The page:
Feb 26, 2018 10:01 am
New to the forum.
I recently received a quote for a concreting job for approx $25K + GST for a 225sqm house slab.
I have had a read of many forums and spoke to several builders etc. and this seems like the going rate.
I am quite intrigued with the concreting industry and was just wondering, from a purely business perspective, what sort of net profit margin (after all wages paid etc) it is possible to achieve for completing/ concreting a house slab, assuming it takes 3 days from start to finish to complete.
I understand this sort of information can be quite sensitive, so I’m also open to any concreters / people in the know directly messaging me.
It’s extremely difficult to get these sort of answers by getting in touch with concretes direct, so I thought I’d give a shot in posting on a forum.
Re: Concreting House Slab Profit Margin2
Feb 26, 2018 10:56 am
No one is going to divulge their margin to satisfy your intrigue. If you really want to know then you have to do an estimate and to do that you need to be experienced estimator. Concreting is hard work and many contractors don't make enough. My advice is shop around for the best price from a pool of experienced contractors and don't concern yourself with what they make.
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Re: Concreting House Slab Profit Margin3
Feb 26, 2018 11:01 am
Thank you for your response.
I am not concerned with their margin because I have a problem with what I am being charged. I fully respect the work that concreters undertake and strongly believe their work is worth what they charge.
As was specified in my query, yes I am asking from a perspective of 'intrigue', but not to try and shop around the quote I have received, but out of an intrigue of getting in to the industry myself. I believe this is a necessary step in the due diligence process, and is why I welcomed being directly messaged rather than a response being publicly posted, given the sensitive nature of the information.
Re: Concreting House Slab Profit Margin4
Feb 26, 2018 11:52 pm
Are you in NSW? This is a very very decent price, from what I am aware of, if it includes footings, cost of concrete and steel.
Will you be able to share a contact, who provided you this quote, privately?
Re: Concreting House Slab Profit Margin5
Feb 27, 2018 12:02 am
With regards to your original question, my understanding that concretors mainly charge you for their own labour (finishing, form work, steel work) and rental of their equipment (e.g. forms, pump) - they generally do not charge any margin for the concrete or steel and in most cases are okay if you supply your own concrete or steel.
Re: Concreting House Slab Profit Margin6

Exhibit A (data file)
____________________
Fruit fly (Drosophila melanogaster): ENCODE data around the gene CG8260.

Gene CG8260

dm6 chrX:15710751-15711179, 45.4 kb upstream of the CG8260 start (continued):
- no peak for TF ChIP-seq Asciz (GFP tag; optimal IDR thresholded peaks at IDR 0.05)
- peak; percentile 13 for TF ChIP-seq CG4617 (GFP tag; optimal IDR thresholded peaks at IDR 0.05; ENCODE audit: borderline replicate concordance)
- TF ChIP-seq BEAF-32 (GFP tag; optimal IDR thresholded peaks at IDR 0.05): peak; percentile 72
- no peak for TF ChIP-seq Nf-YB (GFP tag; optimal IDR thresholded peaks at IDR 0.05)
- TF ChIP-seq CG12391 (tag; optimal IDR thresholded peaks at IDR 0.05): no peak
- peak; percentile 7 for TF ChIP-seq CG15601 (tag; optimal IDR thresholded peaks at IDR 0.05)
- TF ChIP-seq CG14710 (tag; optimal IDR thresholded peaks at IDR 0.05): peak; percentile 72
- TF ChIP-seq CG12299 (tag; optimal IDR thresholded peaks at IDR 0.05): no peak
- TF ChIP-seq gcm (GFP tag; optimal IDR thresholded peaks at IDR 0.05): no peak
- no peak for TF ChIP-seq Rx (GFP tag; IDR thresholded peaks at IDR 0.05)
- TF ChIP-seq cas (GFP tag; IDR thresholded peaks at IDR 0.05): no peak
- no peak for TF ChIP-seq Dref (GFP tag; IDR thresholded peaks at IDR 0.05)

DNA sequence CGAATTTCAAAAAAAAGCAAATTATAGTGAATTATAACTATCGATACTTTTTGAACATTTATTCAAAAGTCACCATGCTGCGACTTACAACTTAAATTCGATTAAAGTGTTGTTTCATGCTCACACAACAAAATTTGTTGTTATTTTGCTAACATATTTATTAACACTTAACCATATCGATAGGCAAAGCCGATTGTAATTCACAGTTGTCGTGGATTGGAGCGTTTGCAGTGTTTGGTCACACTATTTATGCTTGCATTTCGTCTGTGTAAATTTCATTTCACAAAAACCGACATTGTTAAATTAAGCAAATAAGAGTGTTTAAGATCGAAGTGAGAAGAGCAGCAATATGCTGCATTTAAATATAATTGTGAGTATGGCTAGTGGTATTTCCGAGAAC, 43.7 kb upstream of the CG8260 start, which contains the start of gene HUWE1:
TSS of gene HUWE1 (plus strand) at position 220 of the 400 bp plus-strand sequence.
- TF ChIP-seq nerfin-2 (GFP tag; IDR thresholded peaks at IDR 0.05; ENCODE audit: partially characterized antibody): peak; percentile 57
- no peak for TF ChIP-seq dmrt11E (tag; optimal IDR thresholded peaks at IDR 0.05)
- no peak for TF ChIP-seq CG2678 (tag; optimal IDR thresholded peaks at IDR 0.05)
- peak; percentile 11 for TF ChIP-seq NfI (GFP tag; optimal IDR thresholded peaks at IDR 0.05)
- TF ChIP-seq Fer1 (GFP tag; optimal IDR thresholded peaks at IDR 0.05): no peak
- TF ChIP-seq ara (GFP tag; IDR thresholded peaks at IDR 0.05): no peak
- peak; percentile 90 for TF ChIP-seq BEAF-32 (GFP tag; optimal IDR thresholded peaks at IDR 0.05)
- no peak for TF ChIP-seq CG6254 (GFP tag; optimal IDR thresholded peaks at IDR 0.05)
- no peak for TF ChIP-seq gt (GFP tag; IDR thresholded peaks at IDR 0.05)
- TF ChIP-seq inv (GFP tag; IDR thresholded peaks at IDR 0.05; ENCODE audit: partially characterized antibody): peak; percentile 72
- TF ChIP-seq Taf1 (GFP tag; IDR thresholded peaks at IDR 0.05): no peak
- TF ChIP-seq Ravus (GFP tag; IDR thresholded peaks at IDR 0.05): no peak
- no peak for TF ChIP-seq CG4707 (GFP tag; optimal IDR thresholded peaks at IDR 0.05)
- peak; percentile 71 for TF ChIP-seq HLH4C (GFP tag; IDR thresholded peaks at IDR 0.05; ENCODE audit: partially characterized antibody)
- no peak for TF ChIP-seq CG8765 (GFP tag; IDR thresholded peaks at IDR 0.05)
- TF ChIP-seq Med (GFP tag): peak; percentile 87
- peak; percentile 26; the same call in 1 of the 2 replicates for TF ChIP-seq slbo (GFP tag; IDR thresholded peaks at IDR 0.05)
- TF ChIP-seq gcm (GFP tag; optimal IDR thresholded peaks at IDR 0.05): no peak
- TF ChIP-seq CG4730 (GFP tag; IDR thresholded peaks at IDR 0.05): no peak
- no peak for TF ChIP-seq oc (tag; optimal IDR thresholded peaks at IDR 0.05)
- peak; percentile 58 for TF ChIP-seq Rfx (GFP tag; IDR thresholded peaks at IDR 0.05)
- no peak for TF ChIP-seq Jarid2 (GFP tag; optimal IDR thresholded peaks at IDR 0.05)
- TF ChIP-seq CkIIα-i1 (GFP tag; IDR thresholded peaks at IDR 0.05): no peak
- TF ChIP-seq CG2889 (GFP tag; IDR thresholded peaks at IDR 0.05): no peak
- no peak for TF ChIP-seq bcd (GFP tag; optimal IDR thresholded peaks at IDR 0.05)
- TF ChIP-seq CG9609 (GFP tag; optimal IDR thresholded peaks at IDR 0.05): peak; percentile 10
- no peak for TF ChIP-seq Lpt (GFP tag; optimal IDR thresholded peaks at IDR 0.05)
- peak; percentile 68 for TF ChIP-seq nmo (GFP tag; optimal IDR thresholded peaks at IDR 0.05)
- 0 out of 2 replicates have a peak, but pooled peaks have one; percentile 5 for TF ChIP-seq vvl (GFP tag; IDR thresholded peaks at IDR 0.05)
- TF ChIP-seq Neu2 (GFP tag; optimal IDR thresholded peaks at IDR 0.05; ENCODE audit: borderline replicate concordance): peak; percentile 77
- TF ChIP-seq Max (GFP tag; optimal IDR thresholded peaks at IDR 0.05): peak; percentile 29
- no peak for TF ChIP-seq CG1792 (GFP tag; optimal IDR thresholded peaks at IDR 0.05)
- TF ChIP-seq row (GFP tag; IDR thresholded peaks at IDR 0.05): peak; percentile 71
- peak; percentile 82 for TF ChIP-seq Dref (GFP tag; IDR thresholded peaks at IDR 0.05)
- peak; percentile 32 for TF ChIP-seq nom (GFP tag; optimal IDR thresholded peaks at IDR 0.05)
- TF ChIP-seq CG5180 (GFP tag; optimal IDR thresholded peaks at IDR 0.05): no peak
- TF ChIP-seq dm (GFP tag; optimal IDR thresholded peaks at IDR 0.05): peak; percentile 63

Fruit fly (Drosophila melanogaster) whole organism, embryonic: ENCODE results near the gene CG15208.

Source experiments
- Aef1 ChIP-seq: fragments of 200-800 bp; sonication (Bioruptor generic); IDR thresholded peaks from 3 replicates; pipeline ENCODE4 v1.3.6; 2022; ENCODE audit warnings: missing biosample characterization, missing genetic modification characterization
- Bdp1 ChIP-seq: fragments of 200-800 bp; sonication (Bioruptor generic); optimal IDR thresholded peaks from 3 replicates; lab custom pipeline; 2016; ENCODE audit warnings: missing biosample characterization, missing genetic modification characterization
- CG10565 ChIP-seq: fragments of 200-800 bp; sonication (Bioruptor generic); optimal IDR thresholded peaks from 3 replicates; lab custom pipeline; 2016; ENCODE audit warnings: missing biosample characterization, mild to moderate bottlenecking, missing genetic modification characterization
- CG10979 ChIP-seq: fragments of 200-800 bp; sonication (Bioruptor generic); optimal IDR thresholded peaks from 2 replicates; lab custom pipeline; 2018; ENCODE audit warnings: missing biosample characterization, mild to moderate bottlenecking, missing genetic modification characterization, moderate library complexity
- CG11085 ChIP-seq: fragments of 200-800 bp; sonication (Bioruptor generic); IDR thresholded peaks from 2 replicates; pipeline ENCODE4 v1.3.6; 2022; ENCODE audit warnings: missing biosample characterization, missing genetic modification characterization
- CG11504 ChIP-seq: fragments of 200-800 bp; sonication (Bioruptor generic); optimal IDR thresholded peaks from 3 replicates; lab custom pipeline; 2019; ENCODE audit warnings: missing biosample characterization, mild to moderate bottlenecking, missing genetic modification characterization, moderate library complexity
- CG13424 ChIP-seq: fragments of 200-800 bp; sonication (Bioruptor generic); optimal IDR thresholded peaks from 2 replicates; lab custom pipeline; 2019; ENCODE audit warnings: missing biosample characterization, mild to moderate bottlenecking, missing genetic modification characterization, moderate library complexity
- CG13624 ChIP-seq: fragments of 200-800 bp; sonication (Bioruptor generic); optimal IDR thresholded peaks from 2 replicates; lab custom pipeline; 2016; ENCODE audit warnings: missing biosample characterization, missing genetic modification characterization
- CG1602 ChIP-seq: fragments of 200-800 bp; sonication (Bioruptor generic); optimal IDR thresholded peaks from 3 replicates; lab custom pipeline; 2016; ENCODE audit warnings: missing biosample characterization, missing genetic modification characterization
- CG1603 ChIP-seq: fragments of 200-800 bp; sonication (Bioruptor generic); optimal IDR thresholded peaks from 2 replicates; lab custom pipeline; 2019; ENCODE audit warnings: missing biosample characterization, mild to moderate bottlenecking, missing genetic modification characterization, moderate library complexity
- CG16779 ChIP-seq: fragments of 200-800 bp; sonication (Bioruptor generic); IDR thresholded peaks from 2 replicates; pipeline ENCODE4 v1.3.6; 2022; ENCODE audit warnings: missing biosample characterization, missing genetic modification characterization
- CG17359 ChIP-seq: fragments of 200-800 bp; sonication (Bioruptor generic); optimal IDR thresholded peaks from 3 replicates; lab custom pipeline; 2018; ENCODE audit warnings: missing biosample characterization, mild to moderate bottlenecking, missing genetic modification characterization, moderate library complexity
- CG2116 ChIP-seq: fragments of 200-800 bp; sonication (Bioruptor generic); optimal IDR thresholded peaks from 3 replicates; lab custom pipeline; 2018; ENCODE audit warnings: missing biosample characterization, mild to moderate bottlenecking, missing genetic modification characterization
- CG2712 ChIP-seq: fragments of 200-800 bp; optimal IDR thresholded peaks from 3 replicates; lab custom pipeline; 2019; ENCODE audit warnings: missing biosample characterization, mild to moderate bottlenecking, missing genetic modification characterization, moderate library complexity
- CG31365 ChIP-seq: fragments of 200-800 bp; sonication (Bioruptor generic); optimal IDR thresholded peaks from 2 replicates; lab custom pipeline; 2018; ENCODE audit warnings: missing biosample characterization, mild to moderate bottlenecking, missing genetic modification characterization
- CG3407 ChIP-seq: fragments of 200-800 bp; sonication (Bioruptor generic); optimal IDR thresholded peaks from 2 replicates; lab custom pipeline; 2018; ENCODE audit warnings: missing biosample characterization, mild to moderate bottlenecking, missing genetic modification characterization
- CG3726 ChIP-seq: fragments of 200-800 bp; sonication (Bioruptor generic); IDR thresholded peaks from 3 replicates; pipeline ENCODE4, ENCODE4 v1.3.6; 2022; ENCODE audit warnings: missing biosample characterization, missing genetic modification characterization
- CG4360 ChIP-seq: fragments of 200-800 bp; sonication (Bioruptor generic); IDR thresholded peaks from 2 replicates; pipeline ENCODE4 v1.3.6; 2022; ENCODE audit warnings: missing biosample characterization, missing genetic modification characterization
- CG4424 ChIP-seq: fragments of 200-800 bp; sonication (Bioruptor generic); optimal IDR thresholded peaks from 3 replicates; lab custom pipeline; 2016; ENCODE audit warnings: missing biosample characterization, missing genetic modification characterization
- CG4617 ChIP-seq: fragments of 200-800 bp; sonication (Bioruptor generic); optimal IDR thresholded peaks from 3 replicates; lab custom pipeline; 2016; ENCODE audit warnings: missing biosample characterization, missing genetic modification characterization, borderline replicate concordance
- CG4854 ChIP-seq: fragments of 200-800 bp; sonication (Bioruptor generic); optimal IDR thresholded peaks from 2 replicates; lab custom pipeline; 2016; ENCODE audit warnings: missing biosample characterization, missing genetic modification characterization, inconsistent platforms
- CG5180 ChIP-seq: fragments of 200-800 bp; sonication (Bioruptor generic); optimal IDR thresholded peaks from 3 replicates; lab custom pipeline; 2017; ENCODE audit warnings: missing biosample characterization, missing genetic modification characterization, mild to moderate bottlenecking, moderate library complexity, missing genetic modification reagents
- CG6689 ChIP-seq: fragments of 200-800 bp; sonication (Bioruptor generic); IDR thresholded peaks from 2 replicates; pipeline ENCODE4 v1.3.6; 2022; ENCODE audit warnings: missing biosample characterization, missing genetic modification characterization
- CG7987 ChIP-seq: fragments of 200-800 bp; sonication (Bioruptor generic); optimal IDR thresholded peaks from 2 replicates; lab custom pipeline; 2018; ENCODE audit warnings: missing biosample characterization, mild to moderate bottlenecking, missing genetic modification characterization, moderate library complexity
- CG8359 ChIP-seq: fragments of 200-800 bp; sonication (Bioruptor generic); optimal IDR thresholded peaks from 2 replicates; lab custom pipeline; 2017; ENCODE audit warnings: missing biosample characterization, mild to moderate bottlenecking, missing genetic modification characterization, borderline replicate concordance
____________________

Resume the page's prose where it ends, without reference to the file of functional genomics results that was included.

Feb 28, 2018 8:21 am
I agree it is a fair price, because the work they do is extremely difficult and also very, very necessary.
In saying this, are any of my assumptions on the following cost breakdown incorrect, or am I missing anything?
On a $25K job, let's say we are looking at 25m3 for the full job (assuming 250sqm).
From a high level cost breakdown, assuming there is a 4 man crew (including the company owner), the following outlay should be achievable:
$200/m3 for concrete at trade price (to be conservative) = $5,000
$8/sqm for steel on a 250sqm slab = $2,000
Crushed Rock = $1,000
Waffle Pods = $3,000
Labour = $4,000
Additional Costs = $3,000
Total = $18,000
This is a total of $18K, and that is assuming that concrete can only be bought at $200/sqm for a trade rate (and I know it is cheaper).
There is still $7K in it..
What other additional costs am I missing / what incorrect assumptions have I made from a cost perspective?
Re: Concreting House Slab Profit Margin7
Feb 28, 2018 10:22 am
Without going into the specific direct costs, you're also not factoring all the indirect and overhead costs - insurance, capital costs (equipment and vehicles, including any interest/leasing costs), business compliance, dead time (quoting, transportation, administration, any compliance paperwork), plus not forgetting the salary to owners - no point in running a business if you can't make a living from it. From experience (having worked in both public practice accounting and business analysis). From an investment point of view I'd be wary about any business like this which is making a gross margin on the job of less than 25% and preferably 30% - those seem to be generally the margins you need to pay all your overheads and on-costs and run a sustainable business these days.
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